Suu Kyi highlights ethnics' plight
Care for ethnic groups must be more than just a show, she says
Supporting a motion by a ruling-party member of parliament on upholding the rights of the country’s many ethnic groups, the Nobel Peace Prize winner said the move was necessary to guarantee true democracy in Myanmar following decades of civil war between minorities and the army.
“The flames of war are not completely extinguished,” she told MPs in Naypyidaw.
Although the government has initiated ceasefires and peace talks with key ethnic insurgent groups including the Karen National Union whose armed wing has waged the longest-running civil war in the world, recent riots in western Rakhine State have led to renewed accusations of ethnic inequality.
The UN has previously labeled the Rohingyas - a Muslim minority that has borne the brunt of violent clashes in Rakhine State - the most persecuted ethnic group in the world.
Although the by-election that saw Suu Kyi elected a member of parliament on April 1 was considered a key part of Myanmar’s reform process, the government cancelled polls in three constituencies in northernmost Kachin State, due to clashes between insurgents and the army.
Ongoing fighting means the polls have still not been scheduled. Meanwhile, 70,000 displaced people remain in camps in Kachin State and across the border in Yunnan Province, China.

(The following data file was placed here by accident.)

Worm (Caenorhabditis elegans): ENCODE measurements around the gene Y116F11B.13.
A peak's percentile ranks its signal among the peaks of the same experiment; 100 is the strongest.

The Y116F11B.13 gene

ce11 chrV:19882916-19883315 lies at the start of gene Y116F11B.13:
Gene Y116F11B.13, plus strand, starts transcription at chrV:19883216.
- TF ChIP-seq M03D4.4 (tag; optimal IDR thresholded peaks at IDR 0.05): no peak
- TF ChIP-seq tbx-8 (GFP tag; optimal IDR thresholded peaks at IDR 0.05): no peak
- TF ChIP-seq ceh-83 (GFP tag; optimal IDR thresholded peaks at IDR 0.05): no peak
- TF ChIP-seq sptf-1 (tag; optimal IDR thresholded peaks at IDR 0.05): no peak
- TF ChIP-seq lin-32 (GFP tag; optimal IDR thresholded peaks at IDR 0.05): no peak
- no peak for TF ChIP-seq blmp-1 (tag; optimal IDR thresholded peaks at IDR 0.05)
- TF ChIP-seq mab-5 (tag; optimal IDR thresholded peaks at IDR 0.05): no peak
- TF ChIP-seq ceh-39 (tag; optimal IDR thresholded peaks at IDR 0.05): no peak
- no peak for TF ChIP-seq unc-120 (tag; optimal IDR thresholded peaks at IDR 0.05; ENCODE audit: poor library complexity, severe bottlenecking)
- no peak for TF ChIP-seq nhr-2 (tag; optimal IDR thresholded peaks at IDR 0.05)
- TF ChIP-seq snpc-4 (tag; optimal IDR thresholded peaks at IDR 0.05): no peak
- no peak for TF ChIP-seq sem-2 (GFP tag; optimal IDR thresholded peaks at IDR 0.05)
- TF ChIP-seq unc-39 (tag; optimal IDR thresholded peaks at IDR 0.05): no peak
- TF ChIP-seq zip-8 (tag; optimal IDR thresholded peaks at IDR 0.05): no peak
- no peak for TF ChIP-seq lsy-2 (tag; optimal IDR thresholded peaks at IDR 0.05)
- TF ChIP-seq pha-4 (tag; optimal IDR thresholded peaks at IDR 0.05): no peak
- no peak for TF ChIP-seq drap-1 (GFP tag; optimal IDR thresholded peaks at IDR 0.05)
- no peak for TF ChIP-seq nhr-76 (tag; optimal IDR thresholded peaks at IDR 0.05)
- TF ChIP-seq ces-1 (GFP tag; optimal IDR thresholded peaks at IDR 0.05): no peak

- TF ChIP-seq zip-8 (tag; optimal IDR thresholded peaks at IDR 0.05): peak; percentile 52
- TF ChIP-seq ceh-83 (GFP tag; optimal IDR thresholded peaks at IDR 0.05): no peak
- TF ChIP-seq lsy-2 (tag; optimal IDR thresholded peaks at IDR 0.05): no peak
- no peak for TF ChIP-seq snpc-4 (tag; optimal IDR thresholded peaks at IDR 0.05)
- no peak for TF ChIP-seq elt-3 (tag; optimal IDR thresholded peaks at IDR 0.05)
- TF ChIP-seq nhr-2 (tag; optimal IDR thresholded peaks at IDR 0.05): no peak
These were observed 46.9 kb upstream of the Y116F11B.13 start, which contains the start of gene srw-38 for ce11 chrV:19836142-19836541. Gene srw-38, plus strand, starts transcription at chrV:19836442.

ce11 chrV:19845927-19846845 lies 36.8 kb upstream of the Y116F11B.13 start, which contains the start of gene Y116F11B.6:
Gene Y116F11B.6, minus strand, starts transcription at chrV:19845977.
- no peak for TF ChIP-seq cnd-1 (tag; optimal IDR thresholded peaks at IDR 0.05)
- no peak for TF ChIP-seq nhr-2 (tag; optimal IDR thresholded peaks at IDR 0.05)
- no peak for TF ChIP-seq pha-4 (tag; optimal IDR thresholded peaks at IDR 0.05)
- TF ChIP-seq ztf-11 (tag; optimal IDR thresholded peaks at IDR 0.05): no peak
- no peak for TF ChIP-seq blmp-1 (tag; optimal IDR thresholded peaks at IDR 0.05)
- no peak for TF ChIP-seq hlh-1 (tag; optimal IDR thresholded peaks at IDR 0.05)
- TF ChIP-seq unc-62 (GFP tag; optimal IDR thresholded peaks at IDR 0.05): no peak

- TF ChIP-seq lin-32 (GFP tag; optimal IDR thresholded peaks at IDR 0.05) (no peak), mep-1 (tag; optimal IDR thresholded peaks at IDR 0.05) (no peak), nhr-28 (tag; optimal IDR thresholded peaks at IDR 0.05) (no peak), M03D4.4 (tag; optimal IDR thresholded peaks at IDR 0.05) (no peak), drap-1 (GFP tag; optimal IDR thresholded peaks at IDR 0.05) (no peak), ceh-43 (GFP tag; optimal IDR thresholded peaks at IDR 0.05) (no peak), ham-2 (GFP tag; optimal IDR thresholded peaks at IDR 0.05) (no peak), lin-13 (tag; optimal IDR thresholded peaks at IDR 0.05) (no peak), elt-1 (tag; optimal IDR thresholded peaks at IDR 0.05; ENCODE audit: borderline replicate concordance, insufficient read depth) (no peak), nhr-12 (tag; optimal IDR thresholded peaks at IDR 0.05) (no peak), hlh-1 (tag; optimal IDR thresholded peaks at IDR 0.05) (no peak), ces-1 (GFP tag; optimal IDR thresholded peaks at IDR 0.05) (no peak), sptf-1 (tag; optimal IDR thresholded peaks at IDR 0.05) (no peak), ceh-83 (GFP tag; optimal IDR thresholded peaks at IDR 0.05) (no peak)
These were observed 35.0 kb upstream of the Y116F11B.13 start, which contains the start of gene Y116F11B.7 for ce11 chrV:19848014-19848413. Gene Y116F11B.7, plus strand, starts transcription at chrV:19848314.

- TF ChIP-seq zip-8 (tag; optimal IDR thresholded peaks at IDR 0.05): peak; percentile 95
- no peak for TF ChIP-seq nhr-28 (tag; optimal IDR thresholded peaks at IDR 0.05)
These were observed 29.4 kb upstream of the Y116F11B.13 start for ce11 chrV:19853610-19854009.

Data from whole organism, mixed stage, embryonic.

Tu Ja, the former head of the Kachin Independence Organization, the political wing of the insurgent army still fighting state forces, said Myanmar needed a second Panglong agreement to assure rights for minorities, a reference to the 1947 federalist deal between Suu Kyi’s father Aung San, the then leader of the country, and Kachin, Shan and Chin ethnic leaders.
“If we really want peace in this country we must collaborate with the ethnic groups and work together,” said Tu Ja, who is also an independent MP.
Bauk Ja, an MP from the National Democratic Force, the party which splintered from Suu Kyi’s National League for Democracy ahead of the 2010 general election, cautioned that it remained unclear whether or not the government and lawmakers were serious about guaranteeing ethnic rights in Myanmar.
“If we don’t have transparency and genuine attitudes, ethnic rights may not be achieved in ethnic regions,” she said. “It could just be a show for the international community.”
The US government has said peace in ethnic areas of the country is a one of a handful of conditions that the reformist government must achieve before remaining sanctions – including a ban on Myanmar’s imports – are fully lifted.
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